“People are too complicated to have simple labels.”
― Philip Pullman
For this first blog post, I decided to address an issue that I often think about and am confronted to as a special educator. You’ve probably heard before of those codes that some students have, corresponding to specific difficulties and usually indicated by a two-digits number. The reason why I talk about this here is because one day during one of my internship, a little human presented himself by telling me his name and his code. It struck me that such information was part of his self-presentation. It made me realize the impact that results obtained after a test or a series of observation may shape self-conceptions in an extremely powerful way.
You may be interested in knowing how those codes are assessed and what can be their uses more precisely. Student’s codes serve many functions, namely they allow access to specialized services and structured follow-ups, for better partnership between parents, teacher(s) and other resources, for the maximization of child’s development through adapted teaching methods and external support for those “exceptional students”. They are distributed following assessments made by professionals who use diverse methods such as the following ones:
- Formal assessment (standardized testing)
- Informal assessment (classroom assessment techniques; structured behavioral observations; interviews of problem solving approaches; classroom quizzes; etc.)
- Criterion-referenced tests (curriculum-based assessment)
- Checklists and rating scales
- Dynamic assessment of thinking processes
- Authentic assessment (performance-based assessment of knowledge into real life activities
But what about social and emotional development? — This was the main topic I wanted to come to. I will generalize by saying that teachers are overwhelmed with large classes, that their training is usually not in special education but in elementary or secondary teaching and that there is not enough financial resources to get the children all the help they need from professionals (from special educators to speech therapists to psychiatrists). This may sounds pessimistic, but it is a reality that many teachers and students share on a daily basis. Those children need more help, more time and more attention.
There is a great issue of stigmatization, and I would like to underline that this social stigma does come from others but also from the students with special needs. As I already argued, their limitations (which are codified and easy to communicate) become part of their self-presentation with banality. There is absolutely nothing to be shy about, but they are so much more than a code. And since the other’s need are important too, it obviously may create tensions and frustrations. Being an introvert child does not come with a code or an IEP (Individual Education Plan), but they have needs and challenges that are equally important and require time and energy as well.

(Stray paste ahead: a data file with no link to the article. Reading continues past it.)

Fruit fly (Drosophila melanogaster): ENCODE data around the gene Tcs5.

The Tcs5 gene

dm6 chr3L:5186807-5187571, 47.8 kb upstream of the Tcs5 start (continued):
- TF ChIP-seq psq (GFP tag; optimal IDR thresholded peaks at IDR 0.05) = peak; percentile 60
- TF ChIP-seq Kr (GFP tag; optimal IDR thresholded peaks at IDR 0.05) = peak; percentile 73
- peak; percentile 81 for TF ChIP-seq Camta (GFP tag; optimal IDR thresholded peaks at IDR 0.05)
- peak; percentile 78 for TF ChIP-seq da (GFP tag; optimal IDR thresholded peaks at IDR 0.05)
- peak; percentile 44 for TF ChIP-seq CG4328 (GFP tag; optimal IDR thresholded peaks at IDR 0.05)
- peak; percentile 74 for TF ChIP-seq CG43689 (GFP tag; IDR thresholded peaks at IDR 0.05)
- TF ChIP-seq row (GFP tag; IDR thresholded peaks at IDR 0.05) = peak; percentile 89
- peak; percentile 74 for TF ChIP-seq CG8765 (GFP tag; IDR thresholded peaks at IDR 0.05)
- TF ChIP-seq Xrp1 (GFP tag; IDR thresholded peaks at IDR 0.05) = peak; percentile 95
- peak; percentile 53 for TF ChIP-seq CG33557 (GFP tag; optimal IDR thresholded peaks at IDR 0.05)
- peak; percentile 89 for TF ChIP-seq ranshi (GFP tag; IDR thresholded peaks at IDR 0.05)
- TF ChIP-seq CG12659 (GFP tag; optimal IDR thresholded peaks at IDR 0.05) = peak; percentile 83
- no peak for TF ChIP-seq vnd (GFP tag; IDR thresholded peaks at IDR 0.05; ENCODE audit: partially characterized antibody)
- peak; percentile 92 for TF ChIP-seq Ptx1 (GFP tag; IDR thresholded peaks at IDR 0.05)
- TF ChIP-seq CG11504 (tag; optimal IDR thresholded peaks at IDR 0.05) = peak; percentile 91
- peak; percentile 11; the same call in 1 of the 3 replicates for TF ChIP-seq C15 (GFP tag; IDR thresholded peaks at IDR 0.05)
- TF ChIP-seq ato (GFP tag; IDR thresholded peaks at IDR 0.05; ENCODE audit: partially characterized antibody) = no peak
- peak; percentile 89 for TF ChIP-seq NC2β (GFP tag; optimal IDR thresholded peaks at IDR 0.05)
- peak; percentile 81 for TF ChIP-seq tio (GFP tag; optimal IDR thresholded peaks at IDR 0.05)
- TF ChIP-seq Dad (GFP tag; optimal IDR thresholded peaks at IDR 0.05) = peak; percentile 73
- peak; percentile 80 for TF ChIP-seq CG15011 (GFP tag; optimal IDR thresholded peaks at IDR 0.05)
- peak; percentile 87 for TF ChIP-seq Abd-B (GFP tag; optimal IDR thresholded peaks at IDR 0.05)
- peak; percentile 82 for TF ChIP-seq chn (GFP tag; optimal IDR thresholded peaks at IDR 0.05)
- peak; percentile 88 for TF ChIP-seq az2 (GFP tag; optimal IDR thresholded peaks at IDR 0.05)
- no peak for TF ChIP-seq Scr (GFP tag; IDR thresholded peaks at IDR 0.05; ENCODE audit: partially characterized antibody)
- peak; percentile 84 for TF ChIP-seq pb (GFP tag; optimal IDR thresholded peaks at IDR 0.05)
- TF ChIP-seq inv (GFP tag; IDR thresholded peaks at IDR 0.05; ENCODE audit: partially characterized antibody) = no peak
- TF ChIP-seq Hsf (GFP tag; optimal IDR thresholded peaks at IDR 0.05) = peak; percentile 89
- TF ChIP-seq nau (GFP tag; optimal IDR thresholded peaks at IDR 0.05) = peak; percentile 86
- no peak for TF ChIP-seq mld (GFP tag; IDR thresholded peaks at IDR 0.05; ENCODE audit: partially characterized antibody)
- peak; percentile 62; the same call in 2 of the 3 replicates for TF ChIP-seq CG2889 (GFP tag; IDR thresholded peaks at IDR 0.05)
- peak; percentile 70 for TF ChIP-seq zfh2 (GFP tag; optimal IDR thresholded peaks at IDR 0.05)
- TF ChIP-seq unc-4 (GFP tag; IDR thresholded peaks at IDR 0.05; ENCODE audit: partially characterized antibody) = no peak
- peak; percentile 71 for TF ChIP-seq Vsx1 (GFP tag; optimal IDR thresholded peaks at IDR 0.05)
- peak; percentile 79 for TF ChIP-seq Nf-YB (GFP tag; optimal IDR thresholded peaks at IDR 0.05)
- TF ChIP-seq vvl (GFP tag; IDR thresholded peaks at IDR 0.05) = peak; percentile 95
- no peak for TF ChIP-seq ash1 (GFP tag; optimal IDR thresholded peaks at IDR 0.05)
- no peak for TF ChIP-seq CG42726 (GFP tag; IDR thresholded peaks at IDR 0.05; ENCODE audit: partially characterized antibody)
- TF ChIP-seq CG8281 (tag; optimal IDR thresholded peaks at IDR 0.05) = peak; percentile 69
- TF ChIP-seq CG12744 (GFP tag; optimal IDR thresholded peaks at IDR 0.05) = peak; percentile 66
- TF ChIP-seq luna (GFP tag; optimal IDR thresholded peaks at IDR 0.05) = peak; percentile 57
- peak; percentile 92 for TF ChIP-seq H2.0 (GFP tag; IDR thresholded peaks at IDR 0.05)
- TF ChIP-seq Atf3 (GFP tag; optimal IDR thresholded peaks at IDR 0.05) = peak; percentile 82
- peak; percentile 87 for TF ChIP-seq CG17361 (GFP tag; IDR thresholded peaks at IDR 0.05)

No code, no services? This is what I thought at first. After doing my researches, it seems that this is not true. It is the teachers who implemented the notion of “at risk students” in order for them to get all the help they can receive. But indeed, special needs and disabilities mean special codes, and a special code means more services.
Professor Roger Slee, former dean of McGill’s faculty of education, referred to inclusion as the combination of access, engagement and success. I am in complete agreement with him. But I believe that the reality is not that simple; there may be fewer divisions of students in the field of education, less setting aside and greater integration of special education, but I believe that those divisions are still present in the lives of students who bare a code designating their capacities, separating them from their “normal” classmates.
Of course, a code is not necessary to instigate any stigmatization. But ask any children of any elementary school in Quebec and most of them will be able to tell you which of their classmates has what disorder and/or what code(s) he has. This evaluation was rendered by a professional who used psychological assessment tools, statistical data, criterion and various measures. Their interpretations were used to determine with reliability and validity that specific children have specific needs that requires specific services. And I argue that this may change the course of a person’s life. This given result will become a part of this assessed student, which will last for many years if not their entire life, influencing socio-affective experiences, learning outcomes and, importantly, self-esteem.
This kind of labels have both positive and negative effects. Everything is always a matter of balance, and we can all make a difference by countering the stigma, by adjusting our expectations and by giving them all the possible opportunities to thrive, no matter what code or label they may carry in their backpack.